A man arrested in the stabbing death of an artist who was found tied up in her basement apartment on Capitol Hill did not know the victim, according to D.C. police, while court documents suggest she may have been targeted in a robbery.
The suspect, El Hadji Alpha Madiou Toure, 28, was apprehended Monday on Hamlin Street in Brookland. Police described him as homeless and living in District shelters, although he had a Maryland driver’s license and appears to have family living in Laurel.
At the time of his arrest he was wanted on a charge of violating probation in a robbery conviction in Tennessee, and he has an extensive criminal record in Georgia with convictions for making a terrorist threat, assault and robbery.
Toure was charged in the District with first-degree murder while armed and theft in the death of Corrina Mehiel, 34, whose body was found the afternoon of March 21 in a back room of a rowhouse in the 600 block of 14th Street NE, near the H Street corridor. She lived in North Carolina but had been in the District for months as she worked on an exhibit at the Corcoran School of the Arts and Design.
“We’re relieved a man is in custody,” said the victim’s stepmother, Lari Mehiel, 58, who lives in Seattle. A memorial service was held Sunday in Glenville, Pa., near the Hanover home of her maternal grandparents.
Toure appeared in D.C. Superior Court on Tuesday with his ankles and wrists in shackles and wearing a white plastic jumpsuit. A judge ordered him jailed until his next hearing April 11.
Toure’s attorney, Jacqueline Cadman of the Public Defender Service, argued that her client was innocent. “There is no evidence Mr. Toure committed this murder,” Cadman said. She said it was a “huge jump” to link Toure with the killing “just because stolen property may have been found on him.”
Cadman said that there was no murder weapon found, no eyewitness and no injuries to Toure.
“Mr. Toure was not in that apartment and he did not kill the decedent,” she said.
Although robbery remains a possible motive, police say other motives remain under investigation. An arrest affidavit filed in D.C. Superior Court quotes an acquaintance of the suspect telling another person that the defendant “was trying to rob the woman, but was not trying to kill her.”
The affidavit says Toure used Mehiel’s Toyota Prius and repeatedly withdrew money, using her bank card, in increments of $400, $500 and $800 in Maryland and the District. Police said they found paperwork with the suspect showing that he had purchased a Ford Taurus on March 24, the day after Mehiel disappeared, and had made a $1,000 down payment.
Police have said Mehiel was at the Corcoran on Sunday, March 19, then went to a dinner party with well-known artist Mel Chin at his apartment in Foggy Bottom. Mehiel texted her boyfriend at 1:24 a.m. on Monday.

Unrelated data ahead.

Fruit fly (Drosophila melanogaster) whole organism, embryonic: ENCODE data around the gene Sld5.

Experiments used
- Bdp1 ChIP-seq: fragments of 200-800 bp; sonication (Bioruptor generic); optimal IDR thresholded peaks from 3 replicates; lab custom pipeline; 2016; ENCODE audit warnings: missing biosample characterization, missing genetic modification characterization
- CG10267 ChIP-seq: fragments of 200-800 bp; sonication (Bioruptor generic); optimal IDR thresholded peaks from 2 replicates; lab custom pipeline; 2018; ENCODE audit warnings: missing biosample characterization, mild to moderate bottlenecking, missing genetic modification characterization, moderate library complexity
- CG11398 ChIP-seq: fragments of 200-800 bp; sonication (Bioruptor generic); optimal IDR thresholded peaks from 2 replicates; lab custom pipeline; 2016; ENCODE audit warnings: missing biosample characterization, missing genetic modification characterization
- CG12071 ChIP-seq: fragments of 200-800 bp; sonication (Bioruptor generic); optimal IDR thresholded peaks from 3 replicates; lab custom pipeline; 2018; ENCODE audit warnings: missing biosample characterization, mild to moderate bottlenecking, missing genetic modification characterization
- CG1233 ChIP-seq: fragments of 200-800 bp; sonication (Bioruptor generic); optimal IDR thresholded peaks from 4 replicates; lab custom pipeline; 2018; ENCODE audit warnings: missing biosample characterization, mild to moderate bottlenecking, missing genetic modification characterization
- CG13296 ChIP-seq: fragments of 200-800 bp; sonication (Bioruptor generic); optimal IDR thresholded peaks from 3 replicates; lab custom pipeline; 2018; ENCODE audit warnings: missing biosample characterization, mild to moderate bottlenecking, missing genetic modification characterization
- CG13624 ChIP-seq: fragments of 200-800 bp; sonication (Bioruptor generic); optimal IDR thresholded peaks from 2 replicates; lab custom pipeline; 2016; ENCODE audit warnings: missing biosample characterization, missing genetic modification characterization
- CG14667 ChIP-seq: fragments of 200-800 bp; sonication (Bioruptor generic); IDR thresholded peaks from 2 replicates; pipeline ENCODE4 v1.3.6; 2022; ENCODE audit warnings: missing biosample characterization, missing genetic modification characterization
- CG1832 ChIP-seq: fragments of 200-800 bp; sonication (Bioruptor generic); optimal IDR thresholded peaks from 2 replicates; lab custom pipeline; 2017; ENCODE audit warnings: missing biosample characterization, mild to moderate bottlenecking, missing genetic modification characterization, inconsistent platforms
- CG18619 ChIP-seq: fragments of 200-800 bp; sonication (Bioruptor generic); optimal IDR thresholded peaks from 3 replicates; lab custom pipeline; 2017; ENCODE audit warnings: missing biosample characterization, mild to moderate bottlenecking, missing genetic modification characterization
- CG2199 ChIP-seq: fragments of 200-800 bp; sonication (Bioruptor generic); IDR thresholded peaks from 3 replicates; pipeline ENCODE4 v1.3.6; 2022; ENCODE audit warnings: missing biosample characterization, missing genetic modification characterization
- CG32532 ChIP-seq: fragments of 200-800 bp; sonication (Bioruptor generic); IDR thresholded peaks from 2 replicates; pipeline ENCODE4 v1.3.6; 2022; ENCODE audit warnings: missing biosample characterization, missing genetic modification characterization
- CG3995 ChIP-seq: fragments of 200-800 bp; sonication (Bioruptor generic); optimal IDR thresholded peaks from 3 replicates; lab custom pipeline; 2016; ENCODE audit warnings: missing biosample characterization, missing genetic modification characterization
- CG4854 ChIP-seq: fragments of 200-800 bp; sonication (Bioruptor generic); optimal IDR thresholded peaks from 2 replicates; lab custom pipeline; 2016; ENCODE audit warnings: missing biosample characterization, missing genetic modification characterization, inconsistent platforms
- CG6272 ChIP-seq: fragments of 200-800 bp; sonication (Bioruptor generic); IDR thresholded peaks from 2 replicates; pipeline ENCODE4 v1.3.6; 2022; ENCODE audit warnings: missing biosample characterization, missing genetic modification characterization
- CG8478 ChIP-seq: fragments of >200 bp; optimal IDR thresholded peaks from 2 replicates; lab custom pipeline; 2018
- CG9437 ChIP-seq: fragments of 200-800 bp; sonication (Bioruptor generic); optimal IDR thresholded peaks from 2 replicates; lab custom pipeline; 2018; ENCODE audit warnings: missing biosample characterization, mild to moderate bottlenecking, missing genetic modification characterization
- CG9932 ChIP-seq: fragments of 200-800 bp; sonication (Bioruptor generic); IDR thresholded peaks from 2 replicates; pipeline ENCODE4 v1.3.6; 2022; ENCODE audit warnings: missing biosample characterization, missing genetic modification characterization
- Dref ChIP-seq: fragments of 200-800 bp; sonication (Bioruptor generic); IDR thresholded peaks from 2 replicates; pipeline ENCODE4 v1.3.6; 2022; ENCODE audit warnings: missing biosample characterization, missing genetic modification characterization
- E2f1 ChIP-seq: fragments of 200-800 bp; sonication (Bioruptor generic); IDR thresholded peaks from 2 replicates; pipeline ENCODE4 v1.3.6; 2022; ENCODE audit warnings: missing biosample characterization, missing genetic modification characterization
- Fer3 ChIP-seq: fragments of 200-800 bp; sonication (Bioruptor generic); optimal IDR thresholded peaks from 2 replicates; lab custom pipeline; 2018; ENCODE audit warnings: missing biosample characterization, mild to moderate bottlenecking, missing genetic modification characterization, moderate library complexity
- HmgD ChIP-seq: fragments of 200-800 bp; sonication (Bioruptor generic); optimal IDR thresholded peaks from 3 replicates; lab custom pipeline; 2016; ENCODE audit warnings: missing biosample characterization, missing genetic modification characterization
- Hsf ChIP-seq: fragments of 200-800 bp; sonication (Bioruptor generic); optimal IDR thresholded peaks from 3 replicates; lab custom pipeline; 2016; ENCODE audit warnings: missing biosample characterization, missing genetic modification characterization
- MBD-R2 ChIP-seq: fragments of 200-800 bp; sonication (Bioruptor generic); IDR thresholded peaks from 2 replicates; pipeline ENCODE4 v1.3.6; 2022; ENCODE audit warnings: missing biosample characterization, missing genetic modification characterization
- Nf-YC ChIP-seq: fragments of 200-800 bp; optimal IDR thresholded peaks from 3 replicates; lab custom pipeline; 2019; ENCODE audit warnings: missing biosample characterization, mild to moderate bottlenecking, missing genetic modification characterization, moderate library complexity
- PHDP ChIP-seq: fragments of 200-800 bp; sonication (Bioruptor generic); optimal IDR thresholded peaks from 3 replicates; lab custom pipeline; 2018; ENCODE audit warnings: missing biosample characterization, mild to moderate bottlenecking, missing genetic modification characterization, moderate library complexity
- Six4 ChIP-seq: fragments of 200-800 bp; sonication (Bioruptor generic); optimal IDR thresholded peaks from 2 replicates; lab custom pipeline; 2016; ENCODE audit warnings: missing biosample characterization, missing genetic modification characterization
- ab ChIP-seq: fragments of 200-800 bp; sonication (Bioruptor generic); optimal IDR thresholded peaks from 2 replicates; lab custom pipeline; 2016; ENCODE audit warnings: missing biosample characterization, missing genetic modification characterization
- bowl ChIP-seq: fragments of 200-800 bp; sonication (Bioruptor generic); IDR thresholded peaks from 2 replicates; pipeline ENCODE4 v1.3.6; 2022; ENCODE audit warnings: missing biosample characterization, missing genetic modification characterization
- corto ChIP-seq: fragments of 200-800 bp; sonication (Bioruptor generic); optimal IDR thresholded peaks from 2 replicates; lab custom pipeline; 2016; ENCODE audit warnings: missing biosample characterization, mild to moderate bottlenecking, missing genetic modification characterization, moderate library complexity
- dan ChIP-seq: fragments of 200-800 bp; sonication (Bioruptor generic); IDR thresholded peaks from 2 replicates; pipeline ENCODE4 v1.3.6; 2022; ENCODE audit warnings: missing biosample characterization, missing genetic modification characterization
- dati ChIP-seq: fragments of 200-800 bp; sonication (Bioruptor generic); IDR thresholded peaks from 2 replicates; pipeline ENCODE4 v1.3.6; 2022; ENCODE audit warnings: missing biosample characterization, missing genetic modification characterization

She was to leave for home in Burnsville, N.C., later that day.
Is is unclear when the attack occurred, although video from a home surveillance system shows the suspect standing in front of Mehiel’s home and near her car at 10:13 a.m. Monday, and a man that fits the suspect’s description driving her car at 12:57 p.m., according to the affidavit. The affidavit does not say how the attacker got inside the apartment, although police have said there were no signs of forced entry.
Police went to the home about 4:15 p.m. after Mehiel had not returned home to North Carolina as expected and her father could not reach her. A police report says she was found tied with bedding and clothing.
The affidavit describes a gruesome scene inside the house. Mehiel had been stabbed in the neck and repeatedly in the body, and a detective wrote that the number of wounds and their severity “suggest some sort of torture had been done to the decedent.” Police also said the victim had defensive wounds on her left hand and palm indicating a struggle.
Detectives were eventually able to track the suspect’s movements using surveillance video from private homes on the victim’s block, moving Metro buses as they rolled by Mehiel’s house and electronic license-plate readers. The affidavit says police were able to identify Toure’s SmarTrip card number as he entered and left subway stations, and learned of locations where he allegedly withdrew money in College Park, Beltsville, Elkridge and Hyattsville.
Police said they found Mehiel’s Toyota Prius on March 23 in the 700 block of Irving Street NE, where it appears to have been abandoned and given a parking ticket. Authorities also released two sets of surveillance photos of a person of interest, who they confirmed on Tuesday is the man they arrested.
D.C. interim police chief Peter Newsham, who is awaiting confirmation, said at a news conference that “right now, we do not have a strong motive in the case. We don’t have any information to suggest that the victim knew the suspect.” He also said there is no evidence the victim was sexually assaulted. Newsham credited the arrest to “a tip from the community that was instrumental in closing the case.”
Police initially held Toure on the arrest warrant from Tennessee.
James E. Bradford Jr., a spokesman for the sheriff's office in Bradley County, Tenn., said Toure pleaded guilty in October 2006 under his birth name, Ellie Brown, to two counts of robbery. He was sentenced to eight years in prison and served one year before being released on probation. A warrant charging him with violating the terms of his probation was filed Thursday.
Dana Hedgpeth, Magda Jean-Louis and Lynh Bui contributed to this report.